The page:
If the Department of Labor’s Bureau of Labor Statistics (BLS) has its way, after July 2005 employers will no longer be required to provide data on female and male employees in their monthly payroll reports. The BLS cited a lack of demand for the information and not wanting to overburden employers as their reasons for the change to the Current Employment Statistics (CES) program. The current payroll survey provides detailed data, by gender, on employment, hours and wages of over 300,000 non-farm workers on a monthly basis. The agency will continue to publish other information on women’s employment trends collected in census surveys, reports Washington Post.
A letter requesting a reconsideration of the decision to discontinue publishing information on women workers after July 2005 is being circulated in Congress by Representatives Rosa L. DeLauro (D-NY), Chris Van Hollen (D-MD) and Co-Chairs of the Congressional Caucus on Women’s Issues Shelly Moore Capitol (R-WV) and Louise Slaughter (D-NY). The letter to BLS Commissioner Kathleen P. Utgoff states, “While we appreciate the Bureau’s interest in continuously evaluating and improving the data it collects, as well as reducing respondent burden, we believe the compilation of women worker data represents a critical component of the Bureau’s work.” In their letter, the Members of Congress also question the use of census surveys as a substitute for monthly payroll survey citing that the “smaller sampling size produces a greater margin for error” and that “reliance on household introduces the possibility of subjective reporting bias that does not exist with the payroll survey.”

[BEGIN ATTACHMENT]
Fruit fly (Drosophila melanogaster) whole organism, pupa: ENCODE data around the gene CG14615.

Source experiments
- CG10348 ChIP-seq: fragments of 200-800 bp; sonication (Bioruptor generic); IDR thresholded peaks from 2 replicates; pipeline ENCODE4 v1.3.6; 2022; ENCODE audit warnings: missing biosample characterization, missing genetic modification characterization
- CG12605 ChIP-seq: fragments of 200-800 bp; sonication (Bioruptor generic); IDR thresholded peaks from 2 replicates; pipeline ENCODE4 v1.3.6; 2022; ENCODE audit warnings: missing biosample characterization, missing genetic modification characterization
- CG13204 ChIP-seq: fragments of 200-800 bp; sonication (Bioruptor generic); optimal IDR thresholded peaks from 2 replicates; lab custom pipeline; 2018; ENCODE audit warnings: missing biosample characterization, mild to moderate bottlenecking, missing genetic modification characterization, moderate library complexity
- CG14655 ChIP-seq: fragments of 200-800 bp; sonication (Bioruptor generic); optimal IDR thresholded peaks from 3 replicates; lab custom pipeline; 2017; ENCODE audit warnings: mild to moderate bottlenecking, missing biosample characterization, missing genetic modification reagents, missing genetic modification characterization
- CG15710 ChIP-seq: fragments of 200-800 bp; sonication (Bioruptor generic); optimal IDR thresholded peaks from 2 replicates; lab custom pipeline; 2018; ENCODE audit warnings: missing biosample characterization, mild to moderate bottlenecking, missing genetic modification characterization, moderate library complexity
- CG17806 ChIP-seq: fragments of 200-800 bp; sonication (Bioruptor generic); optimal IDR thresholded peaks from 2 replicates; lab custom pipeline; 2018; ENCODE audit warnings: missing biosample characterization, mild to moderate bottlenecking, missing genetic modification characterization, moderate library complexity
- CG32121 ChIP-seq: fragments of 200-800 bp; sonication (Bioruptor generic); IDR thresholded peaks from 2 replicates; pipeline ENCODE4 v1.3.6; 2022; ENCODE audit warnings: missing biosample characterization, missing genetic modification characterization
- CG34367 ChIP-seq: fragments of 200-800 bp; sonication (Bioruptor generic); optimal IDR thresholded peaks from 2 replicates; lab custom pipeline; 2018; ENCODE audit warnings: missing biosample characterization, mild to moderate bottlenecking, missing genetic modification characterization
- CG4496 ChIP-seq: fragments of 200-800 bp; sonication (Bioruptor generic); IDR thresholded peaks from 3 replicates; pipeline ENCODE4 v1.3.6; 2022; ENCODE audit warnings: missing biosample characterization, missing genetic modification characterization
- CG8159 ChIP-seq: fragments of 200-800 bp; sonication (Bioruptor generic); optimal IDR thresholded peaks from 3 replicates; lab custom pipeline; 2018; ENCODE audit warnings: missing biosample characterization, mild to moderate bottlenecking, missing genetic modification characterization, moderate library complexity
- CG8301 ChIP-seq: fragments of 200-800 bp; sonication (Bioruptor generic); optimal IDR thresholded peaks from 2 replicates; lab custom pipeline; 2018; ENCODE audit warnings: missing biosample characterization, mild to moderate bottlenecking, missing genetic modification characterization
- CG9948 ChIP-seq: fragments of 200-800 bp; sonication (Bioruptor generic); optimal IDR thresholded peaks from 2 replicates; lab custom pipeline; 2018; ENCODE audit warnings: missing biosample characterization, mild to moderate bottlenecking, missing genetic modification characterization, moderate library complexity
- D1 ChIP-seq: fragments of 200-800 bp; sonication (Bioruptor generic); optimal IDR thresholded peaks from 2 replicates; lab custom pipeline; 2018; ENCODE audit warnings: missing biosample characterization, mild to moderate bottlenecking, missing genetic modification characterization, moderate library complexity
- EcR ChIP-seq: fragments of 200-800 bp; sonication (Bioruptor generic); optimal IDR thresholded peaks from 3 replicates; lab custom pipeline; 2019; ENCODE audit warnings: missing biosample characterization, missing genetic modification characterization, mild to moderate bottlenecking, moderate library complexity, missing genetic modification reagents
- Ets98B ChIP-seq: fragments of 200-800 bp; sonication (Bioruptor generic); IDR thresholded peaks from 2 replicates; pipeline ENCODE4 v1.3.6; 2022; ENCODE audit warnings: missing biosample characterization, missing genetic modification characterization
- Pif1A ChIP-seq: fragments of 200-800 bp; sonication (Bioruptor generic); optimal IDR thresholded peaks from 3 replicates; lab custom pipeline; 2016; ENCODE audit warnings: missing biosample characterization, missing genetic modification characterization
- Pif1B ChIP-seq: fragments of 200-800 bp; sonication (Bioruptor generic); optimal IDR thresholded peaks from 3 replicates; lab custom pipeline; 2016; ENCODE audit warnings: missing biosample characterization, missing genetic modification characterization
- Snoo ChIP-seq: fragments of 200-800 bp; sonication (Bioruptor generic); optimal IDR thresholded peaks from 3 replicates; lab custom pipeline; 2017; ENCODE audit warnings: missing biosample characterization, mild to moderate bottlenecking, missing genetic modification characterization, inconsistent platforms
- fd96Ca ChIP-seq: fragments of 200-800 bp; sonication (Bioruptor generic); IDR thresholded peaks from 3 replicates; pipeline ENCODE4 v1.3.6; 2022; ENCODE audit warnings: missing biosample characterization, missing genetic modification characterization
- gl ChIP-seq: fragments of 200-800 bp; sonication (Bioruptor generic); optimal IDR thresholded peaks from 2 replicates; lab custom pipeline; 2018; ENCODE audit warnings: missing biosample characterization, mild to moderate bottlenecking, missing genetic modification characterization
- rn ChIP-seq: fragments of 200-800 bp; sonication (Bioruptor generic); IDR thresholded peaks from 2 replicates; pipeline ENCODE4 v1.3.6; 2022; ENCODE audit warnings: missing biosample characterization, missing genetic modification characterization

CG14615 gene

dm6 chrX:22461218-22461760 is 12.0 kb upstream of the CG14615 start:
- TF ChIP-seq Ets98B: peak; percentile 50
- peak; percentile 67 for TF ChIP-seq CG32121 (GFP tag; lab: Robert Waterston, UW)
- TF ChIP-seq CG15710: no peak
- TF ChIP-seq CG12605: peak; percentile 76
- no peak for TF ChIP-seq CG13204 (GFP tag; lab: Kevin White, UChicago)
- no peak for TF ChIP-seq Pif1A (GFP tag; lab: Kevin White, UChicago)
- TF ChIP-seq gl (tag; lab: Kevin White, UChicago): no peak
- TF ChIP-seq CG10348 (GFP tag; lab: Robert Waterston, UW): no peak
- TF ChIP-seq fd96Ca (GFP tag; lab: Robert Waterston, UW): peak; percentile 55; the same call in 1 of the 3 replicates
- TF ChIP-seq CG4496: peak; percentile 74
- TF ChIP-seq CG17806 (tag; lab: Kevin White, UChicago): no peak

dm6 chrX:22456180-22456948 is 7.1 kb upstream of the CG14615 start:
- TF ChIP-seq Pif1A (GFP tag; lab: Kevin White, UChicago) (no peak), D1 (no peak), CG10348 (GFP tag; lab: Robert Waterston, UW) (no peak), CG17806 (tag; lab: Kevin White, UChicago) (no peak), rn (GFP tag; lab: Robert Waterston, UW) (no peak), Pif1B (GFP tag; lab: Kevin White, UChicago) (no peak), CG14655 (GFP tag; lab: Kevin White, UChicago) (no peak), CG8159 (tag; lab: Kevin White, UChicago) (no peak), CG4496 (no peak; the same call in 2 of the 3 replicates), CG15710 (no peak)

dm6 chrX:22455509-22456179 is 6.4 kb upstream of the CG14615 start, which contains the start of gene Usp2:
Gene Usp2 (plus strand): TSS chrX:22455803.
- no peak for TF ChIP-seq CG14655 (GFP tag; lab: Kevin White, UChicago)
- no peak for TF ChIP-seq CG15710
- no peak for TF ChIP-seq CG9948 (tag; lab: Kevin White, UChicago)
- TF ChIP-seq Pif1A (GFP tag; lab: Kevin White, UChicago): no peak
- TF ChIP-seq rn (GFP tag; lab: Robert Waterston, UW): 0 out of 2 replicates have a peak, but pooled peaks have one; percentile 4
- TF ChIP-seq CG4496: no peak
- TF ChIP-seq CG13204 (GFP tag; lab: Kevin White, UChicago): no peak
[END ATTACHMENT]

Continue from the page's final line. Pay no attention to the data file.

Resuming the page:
Also objecting to the planned change, Heidi Hartmann, President of the Institute for Women’s Policy Research, said “Without accurate timely data, we may develop misleading pictures of employment changes for both men and women and institute ineffective policy solutions.”